The Duck of Minerva

The Duck Quacks at Twilight

Friday Nerd Blogging (Veterans Day Edition)

November 11, 2011

With approximately 1000 World War II veterans dying every day, and the absolute numbers from more recent wars increasing steadily, it’s important to give some thought to what we offer those who have served or are serving… and to what they offer us.

On the first score, a new report from Rand represents an example: this is a new effort to account for programs to treat traumatic brain injury due to armed service. (The report finds such programs are proliferating, but much more attention must be paid to which ones work.) I am interested if anyone knows of a similar report or dataset that documents (or analyzes) the total number of programs designed for veterans to deal with the holistic social, physical and mental stress of / aftermath of armed service.

On the second point, a thoughtful op-ed by Henry Schuster appeared at the 60 Minutes website this week:

there’s another one percent, who I call the real one percent. They are the men and women who fight our wars in Iraq and Afghanistan (not to mention Pakistan, Yemen, Somalia and Libya) and their families. The rest of us are the 99 percent.

We lend our moral support to the one percent. We cheer the veterans when their names are announced at ball games. Maybe we even have ribbons of various colors on our car. We say the obligatory ‘thank you for your service,’ and I believe we mean it. But we don’t really understand what that service really means for these members of the military.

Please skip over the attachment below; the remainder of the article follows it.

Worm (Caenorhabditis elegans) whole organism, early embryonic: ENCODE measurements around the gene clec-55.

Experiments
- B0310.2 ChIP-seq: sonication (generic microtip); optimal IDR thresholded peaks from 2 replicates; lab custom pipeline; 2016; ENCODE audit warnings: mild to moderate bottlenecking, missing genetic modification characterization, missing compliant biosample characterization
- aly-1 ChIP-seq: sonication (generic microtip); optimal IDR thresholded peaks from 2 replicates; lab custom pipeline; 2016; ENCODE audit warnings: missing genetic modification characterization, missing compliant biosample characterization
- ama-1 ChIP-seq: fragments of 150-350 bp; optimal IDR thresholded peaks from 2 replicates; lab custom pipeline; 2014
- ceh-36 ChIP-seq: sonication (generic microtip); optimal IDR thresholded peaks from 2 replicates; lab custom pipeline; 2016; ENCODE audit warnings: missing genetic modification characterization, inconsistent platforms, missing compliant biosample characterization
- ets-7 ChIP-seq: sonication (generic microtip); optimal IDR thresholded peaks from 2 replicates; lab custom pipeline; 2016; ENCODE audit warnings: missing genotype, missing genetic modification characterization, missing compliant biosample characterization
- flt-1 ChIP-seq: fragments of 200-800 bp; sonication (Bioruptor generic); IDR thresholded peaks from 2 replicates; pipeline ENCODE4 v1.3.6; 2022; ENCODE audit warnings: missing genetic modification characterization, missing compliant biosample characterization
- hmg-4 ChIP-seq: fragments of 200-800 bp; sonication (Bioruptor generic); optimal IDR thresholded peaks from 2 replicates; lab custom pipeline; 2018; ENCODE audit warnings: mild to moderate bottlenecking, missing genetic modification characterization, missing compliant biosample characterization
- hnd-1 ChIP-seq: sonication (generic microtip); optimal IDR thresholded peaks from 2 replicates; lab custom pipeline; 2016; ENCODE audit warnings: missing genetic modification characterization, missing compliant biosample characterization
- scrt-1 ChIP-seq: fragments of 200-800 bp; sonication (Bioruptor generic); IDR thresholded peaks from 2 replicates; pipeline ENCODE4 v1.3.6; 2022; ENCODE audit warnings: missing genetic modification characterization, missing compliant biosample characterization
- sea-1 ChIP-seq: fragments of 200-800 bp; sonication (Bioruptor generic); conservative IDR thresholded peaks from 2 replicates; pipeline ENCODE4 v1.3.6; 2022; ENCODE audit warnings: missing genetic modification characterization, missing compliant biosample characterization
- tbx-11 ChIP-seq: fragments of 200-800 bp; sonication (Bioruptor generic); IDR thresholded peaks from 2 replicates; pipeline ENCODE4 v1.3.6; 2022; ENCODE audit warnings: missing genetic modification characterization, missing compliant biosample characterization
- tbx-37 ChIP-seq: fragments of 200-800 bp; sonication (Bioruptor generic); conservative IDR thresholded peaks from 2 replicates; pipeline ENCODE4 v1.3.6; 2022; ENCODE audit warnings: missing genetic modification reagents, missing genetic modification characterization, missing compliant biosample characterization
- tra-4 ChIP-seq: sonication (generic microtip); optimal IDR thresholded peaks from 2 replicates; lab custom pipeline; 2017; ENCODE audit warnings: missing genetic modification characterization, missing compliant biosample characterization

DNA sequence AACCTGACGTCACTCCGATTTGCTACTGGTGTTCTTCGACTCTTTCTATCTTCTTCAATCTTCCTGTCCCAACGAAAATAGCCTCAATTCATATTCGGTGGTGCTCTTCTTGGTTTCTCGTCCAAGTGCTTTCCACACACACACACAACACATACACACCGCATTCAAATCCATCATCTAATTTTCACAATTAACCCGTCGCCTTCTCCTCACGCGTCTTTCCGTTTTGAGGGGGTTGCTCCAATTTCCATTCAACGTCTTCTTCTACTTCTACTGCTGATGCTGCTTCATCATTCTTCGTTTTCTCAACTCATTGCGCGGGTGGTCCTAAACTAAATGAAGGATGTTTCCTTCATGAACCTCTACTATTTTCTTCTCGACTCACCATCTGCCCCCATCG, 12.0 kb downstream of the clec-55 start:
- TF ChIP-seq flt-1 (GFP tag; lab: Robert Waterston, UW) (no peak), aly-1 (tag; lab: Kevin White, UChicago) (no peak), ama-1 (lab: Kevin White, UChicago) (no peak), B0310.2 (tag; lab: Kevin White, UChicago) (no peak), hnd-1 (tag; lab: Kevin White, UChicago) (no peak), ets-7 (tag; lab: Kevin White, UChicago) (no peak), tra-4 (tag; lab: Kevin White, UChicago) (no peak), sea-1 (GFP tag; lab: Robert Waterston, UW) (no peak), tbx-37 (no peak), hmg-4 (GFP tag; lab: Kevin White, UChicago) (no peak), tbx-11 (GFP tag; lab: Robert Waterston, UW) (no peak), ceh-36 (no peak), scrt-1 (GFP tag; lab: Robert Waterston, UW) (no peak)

This is our real great divide in this country. It is in part the consequence of an all-volunteer military. It is also in part the consequence of fighting wars without involving the rest of us. We weren’t asked to sacrifice after 9/11 or pay for the wars that followed. Imagine the reaction if we had a war tax. Or if there had been a draft. Instead, we’ve got the few fighting for the many and they do it at great cost to themselves and their families.

I’m not agreeing that the other divides in our country aren’t equally “real.” But this is an important thing to remember when we focus on the relatively few soldiers who get it grievously wrong in the course of their duties. If you can stand the ad at the start, the video above is a clip from Battlestar Galactica’s Final Cut that drives all three points home.

+ posts

Charli Carpenter is a Professor in the Department of Political Science at the University of Massachusetts-Amherst. She is the author of 'Innocent Women and Children': Gender, Norms and the Protection of Civilians (Ashgate, 2006), Forgetting Children Born of War: Setting the Human Rights
Agenda in Bosnia and Beyond (Columbia, 2010), and ‘Lost’ Causes: Agenda-Setting in Global Issue Networks and the Shaping of Human Security (Cornell, 2014). Her main research interests include national security ethics, the protection of civilians, the laws of war, global agenda-setting, gender and political violence, humanitarian affairs, the role of information technology in human security, and the gap between intentions and outcomes among advocates of human security.